Friday, April 18, 2014

Elvis Is Not In The Building - The Bunny Is:

   Donny Elvis will not be performing at this years Easter Egg Hunt. However, Digital Media reported today that the Easter Bunny was spotted by paparazzi coming out of his hole, and was followed to the 111th St. area where reporters lost sight of him as he retreated under the Neil Kelleher Stage at Powers Park All reports indicate that he will be making a special appearance at tomorrows 9th Annual Easter Egg Hunt, but calls to both his press agent and manager to confirm his fuzzy tailed presence at the popular event, have not been returned as of press time.
   News crews from Fox, CBS, NBC, ABC, CNN, & the BCC have set up camp from 110th to 11th along 2nd Ave., with news crews patiently awaiting his emergence. Word on the street is that Geraldo Rivera was spotted at Verdile's earlier this afternoon, along with an Oprah sighting at Chubby's Subs.
   The egg hunt happens tomorrow at Powers Park, beginning at 12 p.m.  Children between the ages of one & ten are welcome to attend.  Children with Special Needs of all ages are also invited.  Special thanks goes out to our community partners Hannaford & Whitney Young Health Center/Troy, and the Snowman, for their continued support. The Troy Salvation Army and the brothers and sisters of the RPI Inter Fraternity Council are also playing a large part in this years event. Mayor Lou Rosamilia, Parks Director George Rogers & the Troy TSU Unit also are instrumental in making the well received yearly event happen. 
   So join us on Saturday, April 19, 12 p.m., at Historic Powers Park for all the fun. Plus, Anderson Coopers picking up doughnuts and Italian pastry from Bella Napoli for everyone!!!

Wednesday, March 26, 2014

A Permanent Solution To A Temporary Problem:

   Suicide isn't the easiest thing to write about. Especially when you've seen the impact it makes on the lives of a family. It's even worse when that family is near and dear to you personally. One of my oldest friends on this planet, Joe Mele, lost his son Dustin to the disease just over a year ago.    Watching how it has effected his life in general, along with his health, is just so tough to see happen to someone you care about. Suicide is a permanent solution to temporary problem. Their suffering is gone, but the family must live on with the ever present pain.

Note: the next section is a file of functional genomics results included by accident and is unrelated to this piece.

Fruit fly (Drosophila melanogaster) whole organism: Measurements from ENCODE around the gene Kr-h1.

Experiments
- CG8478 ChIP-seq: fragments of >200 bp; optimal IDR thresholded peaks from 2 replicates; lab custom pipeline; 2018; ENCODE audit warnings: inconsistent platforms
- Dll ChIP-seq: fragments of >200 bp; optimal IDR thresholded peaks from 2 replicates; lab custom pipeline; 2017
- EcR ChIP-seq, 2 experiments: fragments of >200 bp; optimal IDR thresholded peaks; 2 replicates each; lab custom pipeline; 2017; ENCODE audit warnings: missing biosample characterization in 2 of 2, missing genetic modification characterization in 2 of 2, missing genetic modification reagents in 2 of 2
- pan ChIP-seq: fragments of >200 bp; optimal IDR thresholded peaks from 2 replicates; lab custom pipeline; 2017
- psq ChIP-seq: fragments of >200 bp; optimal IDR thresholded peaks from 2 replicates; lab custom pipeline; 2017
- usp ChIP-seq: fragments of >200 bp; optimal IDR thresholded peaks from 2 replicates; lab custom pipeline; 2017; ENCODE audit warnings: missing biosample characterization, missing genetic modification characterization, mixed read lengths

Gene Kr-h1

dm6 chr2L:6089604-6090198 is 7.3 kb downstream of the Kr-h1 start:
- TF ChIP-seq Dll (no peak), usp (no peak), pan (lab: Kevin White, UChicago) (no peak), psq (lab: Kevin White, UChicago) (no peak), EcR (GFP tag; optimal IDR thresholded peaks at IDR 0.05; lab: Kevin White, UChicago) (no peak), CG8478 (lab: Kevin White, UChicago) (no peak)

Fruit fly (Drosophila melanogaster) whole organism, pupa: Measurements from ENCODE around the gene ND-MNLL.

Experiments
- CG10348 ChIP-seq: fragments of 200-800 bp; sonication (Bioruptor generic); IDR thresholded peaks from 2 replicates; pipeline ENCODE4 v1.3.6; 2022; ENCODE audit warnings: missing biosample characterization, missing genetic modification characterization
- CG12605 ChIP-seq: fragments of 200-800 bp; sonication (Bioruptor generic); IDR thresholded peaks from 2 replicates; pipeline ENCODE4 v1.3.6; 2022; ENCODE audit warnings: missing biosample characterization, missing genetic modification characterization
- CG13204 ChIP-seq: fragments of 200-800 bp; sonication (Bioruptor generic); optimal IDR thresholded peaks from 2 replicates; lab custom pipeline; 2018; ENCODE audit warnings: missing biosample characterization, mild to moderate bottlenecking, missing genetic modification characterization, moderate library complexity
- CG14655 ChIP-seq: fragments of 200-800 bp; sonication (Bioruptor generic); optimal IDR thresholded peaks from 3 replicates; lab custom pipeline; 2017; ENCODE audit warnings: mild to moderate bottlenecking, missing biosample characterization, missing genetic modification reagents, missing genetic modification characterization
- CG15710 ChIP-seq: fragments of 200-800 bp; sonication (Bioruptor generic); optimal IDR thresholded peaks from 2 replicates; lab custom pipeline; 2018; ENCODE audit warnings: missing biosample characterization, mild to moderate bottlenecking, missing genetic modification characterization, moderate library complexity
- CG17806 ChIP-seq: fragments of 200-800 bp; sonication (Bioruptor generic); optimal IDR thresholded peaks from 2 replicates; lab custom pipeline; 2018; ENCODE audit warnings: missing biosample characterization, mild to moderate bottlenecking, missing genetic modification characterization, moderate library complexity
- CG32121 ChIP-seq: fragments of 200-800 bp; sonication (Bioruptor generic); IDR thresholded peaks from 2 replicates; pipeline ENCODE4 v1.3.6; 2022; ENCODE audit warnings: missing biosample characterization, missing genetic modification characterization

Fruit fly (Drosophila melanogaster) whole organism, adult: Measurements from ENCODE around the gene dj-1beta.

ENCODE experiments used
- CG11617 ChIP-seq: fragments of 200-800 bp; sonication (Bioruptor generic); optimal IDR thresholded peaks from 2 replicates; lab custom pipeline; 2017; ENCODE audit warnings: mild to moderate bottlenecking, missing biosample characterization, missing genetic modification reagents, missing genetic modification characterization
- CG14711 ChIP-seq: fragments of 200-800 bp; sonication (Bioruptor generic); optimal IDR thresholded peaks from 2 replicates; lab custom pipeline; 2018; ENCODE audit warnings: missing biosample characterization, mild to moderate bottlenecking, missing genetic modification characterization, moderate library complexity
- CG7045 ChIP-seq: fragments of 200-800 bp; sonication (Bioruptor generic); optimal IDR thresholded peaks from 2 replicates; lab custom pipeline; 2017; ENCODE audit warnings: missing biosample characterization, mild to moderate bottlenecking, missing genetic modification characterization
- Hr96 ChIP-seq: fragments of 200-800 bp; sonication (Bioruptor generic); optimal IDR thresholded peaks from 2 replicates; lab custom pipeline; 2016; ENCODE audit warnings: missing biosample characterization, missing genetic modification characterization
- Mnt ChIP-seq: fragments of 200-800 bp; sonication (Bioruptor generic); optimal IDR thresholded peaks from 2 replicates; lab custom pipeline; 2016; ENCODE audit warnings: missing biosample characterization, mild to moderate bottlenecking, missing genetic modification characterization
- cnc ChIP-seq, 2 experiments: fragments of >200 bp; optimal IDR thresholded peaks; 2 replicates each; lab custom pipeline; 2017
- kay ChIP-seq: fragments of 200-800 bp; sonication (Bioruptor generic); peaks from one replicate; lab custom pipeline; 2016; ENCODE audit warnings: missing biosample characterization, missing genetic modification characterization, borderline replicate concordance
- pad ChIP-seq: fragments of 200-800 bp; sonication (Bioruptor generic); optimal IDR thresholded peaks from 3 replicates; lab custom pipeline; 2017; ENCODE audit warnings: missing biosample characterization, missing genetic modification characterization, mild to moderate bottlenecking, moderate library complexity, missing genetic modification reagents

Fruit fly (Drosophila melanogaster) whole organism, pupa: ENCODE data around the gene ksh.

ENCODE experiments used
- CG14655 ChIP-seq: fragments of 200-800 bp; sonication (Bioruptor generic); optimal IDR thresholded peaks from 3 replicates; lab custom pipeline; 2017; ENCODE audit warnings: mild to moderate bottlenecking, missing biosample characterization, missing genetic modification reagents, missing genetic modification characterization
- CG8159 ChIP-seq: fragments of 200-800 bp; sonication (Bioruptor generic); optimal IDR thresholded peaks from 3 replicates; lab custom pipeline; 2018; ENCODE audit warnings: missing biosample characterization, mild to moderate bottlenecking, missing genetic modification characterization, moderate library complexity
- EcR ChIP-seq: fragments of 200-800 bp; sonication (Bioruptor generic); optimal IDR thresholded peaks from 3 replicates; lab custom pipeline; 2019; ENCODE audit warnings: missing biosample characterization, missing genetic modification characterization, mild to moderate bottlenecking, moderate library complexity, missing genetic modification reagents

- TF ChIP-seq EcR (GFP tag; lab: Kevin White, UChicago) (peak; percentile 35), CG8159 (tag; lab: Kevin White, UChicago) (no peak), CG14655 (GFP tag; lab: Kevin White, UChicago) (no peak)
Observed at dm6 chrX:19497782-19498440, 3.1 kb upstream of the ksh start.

Back in December, after we watched an incredible performance by the Rascals, Joe told me that he felt he needed to do something to help others avoid the pain that follows a tragedy like this, that he and his family were living with. Being Joe & I have staged multiple fundraisers for those in need over the years, my response was, "let's do it then".
   As we normally do, Joe & I just ran with the idea, receiving unbelievable support from our friends in the local music scene. This Sunday at Revolution Hall, we're dedicating the day to Dustin's memory, hoping to get the message across to those living on the edge, that there is a way out. We've partnered with the 'American Foundation for Suicide Prevention', to put on what will be one of the finest collections of local musical talent ever in the Capital District on one stage.
   Many of the performing musicians, have gotten together over the past few weeks for rehearsals on their own time, so we can make this not just a huge jam session --but a real, first class musical production. The outpouring of support from publications like Metroland, the Record, and Internet music site, Nippertown, has been overwhelming to say the least. WVCR, Clear Channel, and WTRY have been filling the airwaves with talk, and announcements of the event. Esteemed rock writer/biographer Don Wilcock, as always has stepped up to the plate, spinning the event as only he can.